During the surgery to have her eggs harvested, there was a glitch. The HCG injection that causes the release of the eggs had apparently shot blanks; the eggs weren’t retrievable, and the procedure was stopped. Afterward, the doctor gave her the choice to consider this the end, or to take a second injection of HCG and return in 36 hours to undergo another surgery. The chances of the eggs being viable had dropped significantly due to the inability to retrieve them at their ripest point, but she chose to do it again anyway, and this second time, I could not leave the hospital without meeting her.
While Angel Cate was in recovery, lying on a gurney and coming out from under the anesthesia, she’d given her permission for me to come in. I had no idea how to begin to tell her what she meant to us, and as I was hoping to say something to her to do her justice, she looked up at me with a calm smile and asked, “How’s your baby?”
My eyes had been full of tears before I’d even walked into the room, and the generosity she held out to me in her choice of those three words, and all that they revealed about this young woman, made them crest and fall. I told her she had given us an amazing little person and I handed her the silver box I’d gotten her with a lock of Olivia’s hair inside its velvet lining.
She thanked me and said she’d been happy to do it, and told me how sorry she was that the HCG hadn’t worked. I told her we had worked as hard to have a life as we would have to save a life, and that she had given us life. Then I kissed her on the cheek and said what you say to someone who has given you a gift you can never possibly repay: Thank you.
The three of us did conceive again, but I lost the baby. Shortly after the miscarriage, I wrote Olivia a fairy tale about Angel Cate, and my husband illustrated it. I wanted her to know that in this world such dimensions of humanity exist. They are out there; and they are in her. We read it to her at bedtime as often as we read Goodnight Moon.
Once upon a time,
in a kingdom deep, deep in the center of two hearts,
there lived a King and a Queen.
The kingdom was safe and warm,
with soft cool breezes,
and the King and Queen were quite happy there.
The only problem was that this kingdom was dimly lighted,
and the King and Queen longed for a brightness
to illuminate the land.
and each night
they dreamt of brightness,
but it did not come.
Now it just so happened
that there was a distant star
way above the kingdom.
And this star
was governed by a third heart,
the heart of Angel Cate.
One magical night,
after nine years of dreaming,
the synchronized pulsing
of the King and Queen’s hearts
propelled the dream
up into the sky.
As the beating of their hearts
Angel Cate’s heart
began to beat in exactly the same rhythm,
and it pulled their dream
all the way up to her star.
The sound of the hearts beating together
was so powerful
that the star began to sparkle.
Angel Cate reached into the
and sprinkled it onto the dream,
and floated it gently back down
to the King and Queen.
As soon as the stardust was
absorbed by the King and Queen,
the kingdom began to glow.
And from the love
in each of the three hearts,
of the King, the Queen, and Angel Cate,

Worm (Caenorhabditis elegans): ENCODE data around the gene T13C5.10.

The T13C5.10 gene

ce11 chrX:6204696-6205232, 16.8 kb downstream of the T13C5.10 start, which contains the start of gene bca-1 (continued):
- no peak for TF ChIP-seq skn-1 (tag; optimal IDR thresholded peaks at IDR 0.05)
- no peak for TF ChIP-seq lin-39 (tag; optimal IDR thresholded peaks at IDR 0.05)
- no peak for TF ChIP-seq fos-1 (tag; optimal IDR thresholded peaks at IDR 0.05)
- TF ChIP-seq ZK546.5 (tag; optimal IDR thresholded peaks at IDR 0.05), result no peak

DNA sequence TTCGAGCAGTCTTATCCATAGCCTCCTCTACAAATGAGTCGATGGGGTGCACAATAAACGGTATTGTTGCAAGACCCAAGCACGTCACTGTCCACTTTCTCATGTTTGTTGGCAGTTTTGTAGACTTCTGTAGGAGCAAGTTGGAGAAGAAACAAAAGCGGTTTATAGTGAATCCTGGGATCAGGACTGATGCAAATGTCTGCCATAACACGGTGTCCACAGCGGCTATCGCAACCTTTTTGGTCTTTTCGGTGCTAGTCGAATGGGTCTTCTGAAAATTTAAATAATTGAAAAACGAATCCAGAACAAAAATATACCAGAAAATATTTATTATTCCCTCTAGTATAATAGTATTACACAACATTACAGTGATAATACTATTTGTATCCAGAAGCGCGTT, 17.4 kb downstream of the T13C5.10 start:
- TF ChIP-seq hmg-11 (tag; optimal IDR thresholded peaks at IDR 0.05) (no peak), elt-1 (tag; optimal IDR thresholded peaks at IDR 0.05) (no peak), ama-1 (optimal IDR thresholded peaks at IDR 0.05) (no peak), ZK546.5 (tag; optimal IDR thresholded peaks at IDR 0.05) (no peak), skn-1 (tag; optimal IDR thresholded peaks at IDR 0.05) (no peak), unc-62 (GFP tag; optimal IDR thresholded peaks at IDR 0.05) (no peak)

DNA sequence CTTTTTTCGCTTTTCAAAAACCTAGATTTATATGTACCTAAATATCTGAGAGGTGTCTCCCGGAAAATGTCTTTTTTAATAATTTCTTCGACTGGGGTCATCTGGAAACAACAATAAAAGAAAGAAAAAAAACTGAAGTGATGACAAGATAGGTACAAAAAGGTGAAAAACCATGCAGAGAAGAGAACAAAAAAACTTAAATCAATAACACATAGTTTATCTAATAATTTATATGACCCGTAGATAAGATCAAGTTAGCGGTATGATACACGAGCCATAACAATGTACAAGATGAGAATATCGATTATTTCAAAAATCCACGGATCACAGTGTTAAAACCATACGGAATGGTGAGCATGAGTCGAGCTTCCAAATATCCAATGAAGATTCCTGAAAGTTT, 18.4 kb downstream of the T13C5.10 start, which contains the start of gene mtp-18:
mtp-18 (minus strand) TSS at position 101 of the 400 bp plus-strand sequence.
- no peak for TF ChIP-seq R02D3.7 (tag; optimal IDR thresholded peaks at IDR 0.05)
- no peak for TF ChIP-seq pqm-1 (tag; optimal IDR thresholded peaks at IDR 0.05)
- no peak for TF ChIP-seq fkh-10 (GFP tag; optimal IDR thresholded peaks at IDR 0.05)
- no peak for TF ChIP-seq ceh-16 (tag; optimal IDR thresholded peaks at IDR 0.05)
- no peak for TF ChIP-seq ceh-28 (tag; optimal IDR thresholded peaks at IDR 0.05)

a fourth heart
brighter than the King and Queen
began to beat.
This was the heart of
The Baby of Light.
And from that day forward,
the tempo of Olivia’s heart
set the sun
to wash golden over the day,
and the moon
to wash white over the night.
What began as my ambivalence about having another woman’s baby has alchemized into a purity of love for both Olivia and Angel Cate, and I realize the longer I love Olivia, the more indebted to Angel Cate I become.
My daughter has a capacity for empathy that blows me away. She is smart and true to herself, and she has a wicked sense of humor. The privilege of loving her has been my resurrection.
To this day, she will occasionally take her fairy tale off the book shelf and we’ll snuggle together and read it, just as we will occasionally go to the desk drawer and carefully take out Angel Cate’s packet and read her words, and touch the picture of her face.
This is our love story.
We as mothers are putting our own fears ahead of our daughters’ well being, and we have to confront this crisis of confidence in order to offer our girls more grounding in sexual vitality than we were given by our own mothers.
In not giving them the sexual information they need, and offering them that life long emotional connection to us, we do them a broader disservice than we imagine.
Yesterday on Oprah sex therapist Dr. Laura Berman did an excellent and long overdue episode on helping mothers talk to their daughters about sexuality. Therapists, sex educators and researchers including myself find that, shockingly, our level of anxiety as mothers still keeps us from really educating our daughters about their bodies, desire and relationships. Although we tend to disguise it with rationalizations like “she’s too young” or “it will overwhelm her” the main deterrent to our being there for our girls in this way is often that we’re simply too uncomfortable to do it.
My research has shown me how far we haven’t come. It’s the beginning of the 21st Century and many mothers aren’t even teaching their daughters about menstruation, let alone sexuality. Just like our mothers did, we’re passing off their education to Judy Blume or the school nurse. And now, the internet.
But we, as modern mothers, have the opportunity to truly break through to the dimension of mothering we thought we’d broken through to decades ago — one not permeated with unnecessary shame-driven ignorance.
The easiest way to do this is to appreciate that our daughters’ sexuality exists on the very same continuum as our own. Remember when you were curious about how babies were made, and when you didn’t know where a tampon went? Remember when you felt like an idiot with your friends because everyone else seemed to know what oral sex was and you were afraid to ask? Remember the first time you felt yearning, and the first time you felt so swept away sexually you thought if you were to die right then and there, your life would be complete? Now remember the negative stuff. Did you feel naughty or dirty when you first began your own sexual exploration? Did you feel alone and separate from your mother? Did you worry she’d judge you? Do you even today feel guilty around masturbation? In your life now, do you feel disconnected or unfulfilled when you’re having sex?